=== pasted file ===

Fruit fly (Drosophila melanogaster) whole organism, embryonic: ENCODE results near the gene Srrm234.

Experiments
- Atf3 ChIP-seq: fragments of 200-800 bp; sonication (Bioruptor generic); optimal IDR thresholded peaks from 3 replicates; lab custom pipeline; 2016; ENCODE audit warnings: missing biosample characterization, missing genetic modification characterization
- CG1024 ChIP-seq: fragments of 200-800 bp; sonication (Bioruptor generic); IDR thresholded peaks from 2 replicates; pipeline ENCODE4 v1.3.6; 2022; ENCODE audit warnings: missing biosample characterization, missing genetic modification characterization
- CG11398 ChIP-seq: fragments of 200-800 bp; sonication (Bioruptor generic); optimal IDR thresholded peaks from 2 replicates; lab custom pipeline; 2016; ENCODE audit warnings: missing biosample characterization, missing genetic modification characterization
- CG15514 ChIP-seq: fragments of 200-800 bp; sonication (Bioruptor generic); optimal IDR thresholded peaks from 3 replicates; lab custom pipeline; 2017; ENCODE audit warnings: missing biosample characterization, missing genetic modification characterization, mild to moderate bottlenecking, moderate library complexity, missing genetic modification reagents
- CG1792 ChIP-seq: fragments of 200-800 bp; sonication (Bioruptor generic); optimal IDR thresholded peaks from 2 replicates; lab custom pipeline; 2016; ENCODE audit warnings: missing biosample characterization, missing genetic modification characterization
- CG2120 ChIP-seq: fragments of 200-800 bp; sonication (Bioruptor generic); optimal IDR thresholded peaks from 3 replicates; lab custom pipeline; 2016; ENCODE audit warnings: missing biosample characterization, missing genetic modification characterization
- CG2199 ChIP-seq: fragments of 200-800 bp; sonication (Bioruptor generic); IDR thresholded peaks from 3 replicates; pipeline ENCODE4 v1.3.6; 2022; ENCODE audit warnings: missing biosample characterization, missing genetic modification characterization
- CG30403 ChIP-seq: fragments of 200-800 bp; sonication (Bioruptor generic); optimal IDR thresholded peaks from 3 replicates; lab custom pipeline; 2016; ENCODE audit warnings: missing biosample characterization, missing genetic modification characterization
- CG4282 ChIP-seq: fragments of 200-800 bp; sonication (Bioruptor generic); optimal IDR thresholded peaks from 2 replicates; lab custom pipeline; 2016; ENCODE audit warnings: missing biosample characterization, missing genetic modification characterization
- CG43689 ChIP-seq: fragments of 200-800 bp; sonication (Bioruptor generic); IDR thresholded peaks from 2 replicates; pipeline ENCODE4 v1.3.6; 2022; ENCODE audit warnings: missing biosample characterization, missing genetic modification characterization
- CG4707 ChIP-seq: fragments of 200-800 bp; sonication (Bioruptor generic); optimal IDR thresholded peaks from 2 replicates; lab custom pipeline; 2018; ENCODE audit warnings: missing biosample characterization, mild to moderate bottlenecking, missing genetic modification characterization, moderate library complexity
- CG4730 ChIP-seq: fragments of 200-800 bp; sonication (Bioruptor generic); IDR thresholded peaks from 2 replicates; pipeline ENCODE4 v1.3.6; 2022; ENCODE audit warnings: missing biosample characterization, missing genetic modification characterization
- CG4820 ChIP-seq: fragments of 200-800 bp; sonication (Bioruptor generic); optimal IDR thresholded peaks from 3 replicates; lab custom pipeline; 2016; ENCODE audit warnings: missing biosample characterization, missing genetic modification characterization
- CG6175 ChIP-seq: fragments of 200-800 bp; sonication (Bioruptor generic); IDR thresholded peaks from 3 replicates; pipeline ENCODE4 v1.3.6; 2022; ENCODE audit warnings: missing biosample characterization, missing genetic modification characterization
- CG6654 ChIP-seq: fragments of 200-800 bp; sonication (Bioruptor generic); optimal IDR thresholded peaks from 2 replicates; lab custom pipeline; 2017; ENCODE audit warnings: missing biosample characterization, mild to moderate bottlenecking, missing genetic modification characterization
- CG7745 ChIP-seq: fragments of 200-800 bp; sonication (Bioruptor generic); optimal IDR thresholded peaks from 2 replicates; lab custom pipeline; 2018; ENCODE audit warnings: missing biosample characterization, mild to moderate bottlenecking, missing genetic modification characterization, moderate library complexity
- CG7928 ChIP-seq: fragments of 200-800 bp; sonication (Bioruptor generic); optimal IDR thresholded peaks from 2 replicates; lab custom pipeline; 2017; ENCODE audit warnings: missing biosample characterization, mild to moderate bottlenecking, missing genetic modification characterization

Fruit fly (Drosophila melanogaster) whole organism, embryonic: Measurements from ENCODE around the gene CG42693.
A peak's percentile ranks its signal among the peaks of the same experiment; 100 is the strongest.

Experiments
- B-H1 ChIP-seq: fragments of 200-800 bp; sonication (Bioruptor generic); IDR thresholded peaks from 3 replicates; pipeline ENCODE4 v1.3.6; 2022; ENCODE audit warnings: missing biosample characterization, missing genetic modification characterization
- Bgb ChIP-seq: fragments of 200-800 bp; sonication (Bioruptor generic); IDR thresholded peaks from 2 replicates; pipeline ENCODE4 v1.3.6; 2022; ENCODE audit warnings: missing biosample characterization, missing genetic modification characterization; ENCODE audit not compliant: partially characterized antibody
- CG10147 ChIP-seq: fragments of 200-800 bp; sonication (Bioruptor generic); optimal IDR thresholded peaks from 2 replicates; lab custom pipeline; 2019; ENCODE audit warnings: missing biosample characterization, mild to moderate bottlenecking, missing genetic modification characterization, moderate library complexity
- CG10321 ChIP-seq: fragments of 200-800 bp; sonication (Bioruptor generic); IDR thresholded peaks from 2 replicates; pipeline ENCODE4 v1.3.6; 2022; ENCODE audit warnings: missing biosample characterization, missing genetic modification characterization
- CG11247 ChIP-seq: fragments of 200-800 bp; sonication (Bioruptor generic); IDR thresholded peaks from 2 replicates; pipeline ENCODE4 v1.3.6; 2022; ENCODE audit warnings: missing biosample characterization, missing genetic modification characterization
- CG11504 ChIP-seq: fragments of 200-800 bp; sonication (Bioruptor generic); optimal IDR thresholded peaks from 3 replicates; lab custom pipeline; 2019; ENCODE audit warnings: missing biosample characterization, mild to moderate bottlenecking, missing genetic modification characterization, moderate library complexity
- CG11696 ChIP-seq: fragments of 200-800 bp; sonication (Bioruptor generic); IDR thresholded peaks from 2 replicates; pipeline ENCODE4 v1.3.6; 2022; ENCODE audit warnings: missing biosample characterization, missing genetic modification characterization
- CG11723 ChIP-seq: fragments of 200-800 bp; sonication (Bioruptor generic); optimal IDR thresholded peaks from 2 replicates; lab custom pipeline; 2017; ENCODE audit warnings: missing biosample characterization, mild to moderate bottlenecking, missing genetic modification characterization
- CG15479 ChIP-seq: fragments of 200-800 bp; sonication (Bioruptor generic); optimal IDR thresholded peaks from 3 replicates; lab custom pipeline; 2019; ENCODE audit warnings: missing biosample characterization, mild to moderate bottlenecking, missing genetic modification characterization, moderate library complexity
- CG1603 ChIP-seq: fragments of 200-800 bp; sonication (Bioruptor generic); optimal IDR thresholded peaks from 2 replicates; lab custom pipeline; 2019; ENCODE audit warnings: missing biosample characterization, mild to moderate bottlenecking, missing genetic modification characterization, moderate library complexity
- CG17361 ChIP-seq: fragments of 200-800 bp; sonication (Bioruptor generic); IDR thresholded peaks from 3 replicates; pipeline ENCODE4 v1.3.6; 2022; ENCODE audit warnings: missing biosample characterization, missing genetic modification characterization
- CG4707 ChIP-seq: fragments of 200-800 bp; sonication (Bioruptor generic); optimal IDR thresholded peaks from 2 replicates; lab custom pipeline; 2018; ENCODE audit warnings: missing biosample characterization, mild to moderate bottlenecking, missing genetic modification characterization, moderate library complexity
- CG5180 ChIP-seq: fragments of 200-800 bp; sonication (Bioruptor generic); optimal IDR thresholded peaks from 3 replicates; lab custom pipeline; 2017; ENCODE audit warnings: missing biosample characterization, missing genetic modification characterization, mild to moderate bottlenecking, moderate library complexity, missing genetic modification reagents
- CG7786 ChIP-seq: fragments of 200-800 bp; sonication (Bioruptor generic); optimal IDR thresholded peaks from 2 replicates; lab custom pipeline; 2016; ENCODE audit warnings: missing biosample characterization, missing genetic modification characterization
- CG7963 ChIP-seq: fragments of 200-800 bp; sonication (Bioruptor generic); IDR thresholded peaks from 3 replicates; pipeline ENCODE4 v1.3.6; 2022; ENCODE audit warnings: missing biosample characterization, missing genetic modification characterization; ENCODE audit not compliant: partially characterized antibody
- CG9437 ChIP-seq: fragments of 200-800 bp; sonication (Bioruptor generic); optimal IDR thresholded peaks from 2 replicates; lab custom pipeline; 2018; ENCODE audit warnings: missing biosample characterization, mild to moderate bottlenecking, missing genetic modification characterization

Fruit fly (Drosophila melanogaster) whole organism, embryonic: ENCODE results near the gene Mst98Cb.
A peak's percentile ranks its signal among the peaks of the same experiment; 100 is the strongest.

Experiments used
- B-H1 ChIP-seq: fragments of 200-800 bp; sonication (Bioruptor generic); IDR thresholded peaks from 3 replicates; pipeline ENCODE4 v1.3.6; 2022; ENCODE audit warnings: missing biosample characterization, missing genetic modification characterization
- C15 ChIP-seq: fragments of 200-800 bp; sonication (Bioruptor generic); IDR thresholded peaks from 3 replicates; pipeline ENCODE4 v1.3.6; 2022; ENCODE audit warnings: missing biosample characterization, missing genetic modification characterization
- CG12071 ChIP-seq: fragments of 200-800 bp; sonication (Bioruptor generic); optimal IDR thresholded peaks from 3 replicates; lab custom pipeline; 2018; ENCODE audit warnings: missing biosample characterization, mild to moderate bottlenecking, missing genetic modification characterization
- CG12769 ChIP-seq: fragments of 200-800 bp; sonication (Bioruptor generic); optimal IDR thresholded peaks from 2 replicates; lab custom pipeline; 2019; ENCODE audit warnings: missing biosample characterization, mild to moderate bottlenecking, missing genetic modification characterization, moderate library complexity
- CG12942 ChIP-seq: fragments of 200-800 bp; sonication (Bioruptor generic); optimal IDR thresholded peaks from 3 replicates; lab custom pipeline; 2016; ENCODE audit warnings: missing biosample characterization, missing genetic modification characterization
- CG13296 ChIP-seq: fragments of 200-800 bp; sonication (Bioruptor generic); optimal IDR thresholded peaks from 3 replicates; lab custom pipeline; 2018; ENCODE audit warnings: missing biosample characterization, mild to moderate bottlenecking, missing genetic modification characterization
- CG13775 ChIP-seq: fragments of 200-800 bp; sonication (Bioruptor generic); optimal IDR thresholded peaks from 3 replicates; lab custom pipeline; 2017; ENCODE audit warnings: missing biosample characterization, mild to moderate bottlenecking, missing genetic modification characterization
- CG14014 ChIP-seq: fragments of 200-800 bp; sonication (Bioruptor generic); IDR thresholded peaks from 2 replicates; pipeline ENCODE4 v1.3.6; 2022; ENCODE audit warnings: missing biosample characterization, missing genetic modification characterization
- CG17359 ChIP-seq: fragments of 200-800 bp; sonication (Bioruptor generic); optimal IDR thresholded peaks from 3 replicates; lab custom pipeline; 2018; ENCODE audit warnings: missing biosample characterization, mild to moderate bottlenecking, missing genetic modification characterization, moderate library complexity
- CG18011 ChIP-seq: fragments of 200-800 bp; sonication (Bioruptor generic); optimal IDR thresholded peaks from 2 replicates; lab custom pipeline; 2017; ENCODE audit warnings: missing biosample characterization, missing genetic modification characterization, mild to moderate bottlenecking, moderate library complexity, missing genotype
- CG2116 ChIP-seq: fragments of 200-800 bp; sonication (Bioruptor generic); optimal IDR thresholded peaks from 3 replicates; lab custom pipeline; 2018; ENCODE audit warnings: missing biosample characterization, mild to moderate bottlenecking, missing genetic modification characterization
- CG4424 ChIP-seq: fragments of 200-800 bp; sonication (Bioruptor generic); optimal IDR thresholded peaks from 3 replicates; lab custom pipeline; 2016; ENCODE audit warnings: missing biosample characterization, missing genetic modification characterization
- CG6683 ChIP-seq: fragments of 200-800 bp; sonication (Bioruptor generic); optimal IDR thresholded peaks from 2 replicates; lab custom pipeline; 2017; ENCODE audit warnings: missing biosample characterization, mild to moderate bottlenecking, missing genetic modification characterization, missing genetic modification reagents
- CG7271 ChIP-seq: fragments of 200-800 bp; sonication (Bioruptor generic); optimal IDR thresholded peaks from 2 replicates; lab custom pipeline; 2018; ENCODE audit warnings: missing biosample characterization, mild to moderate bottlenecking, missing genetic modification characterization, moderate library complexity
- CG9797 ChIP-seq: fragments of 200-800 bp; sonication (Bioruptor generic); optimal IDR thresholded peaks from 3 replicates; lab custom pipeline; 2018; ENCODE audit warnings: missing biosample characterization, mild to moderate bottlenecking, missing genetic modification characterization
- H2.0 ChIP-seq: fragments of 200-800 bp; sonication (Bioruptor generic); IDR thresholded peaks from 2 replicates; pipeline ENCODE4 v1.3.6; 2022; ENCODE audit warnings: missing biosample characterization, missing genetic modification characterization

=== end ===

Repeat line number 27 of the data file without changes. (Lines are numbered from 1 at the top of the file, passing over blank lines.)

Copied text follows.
- CG11247 ChIP-seq: fragments of 200-800 bp; sonication (Bioruptor generic); IDR thresholded peaks from 2 replicates; pipeline ENCODE4 v1.3.6; 2022; ENCODE audit warnings: missing biosample characterization, missing genetic modification characterization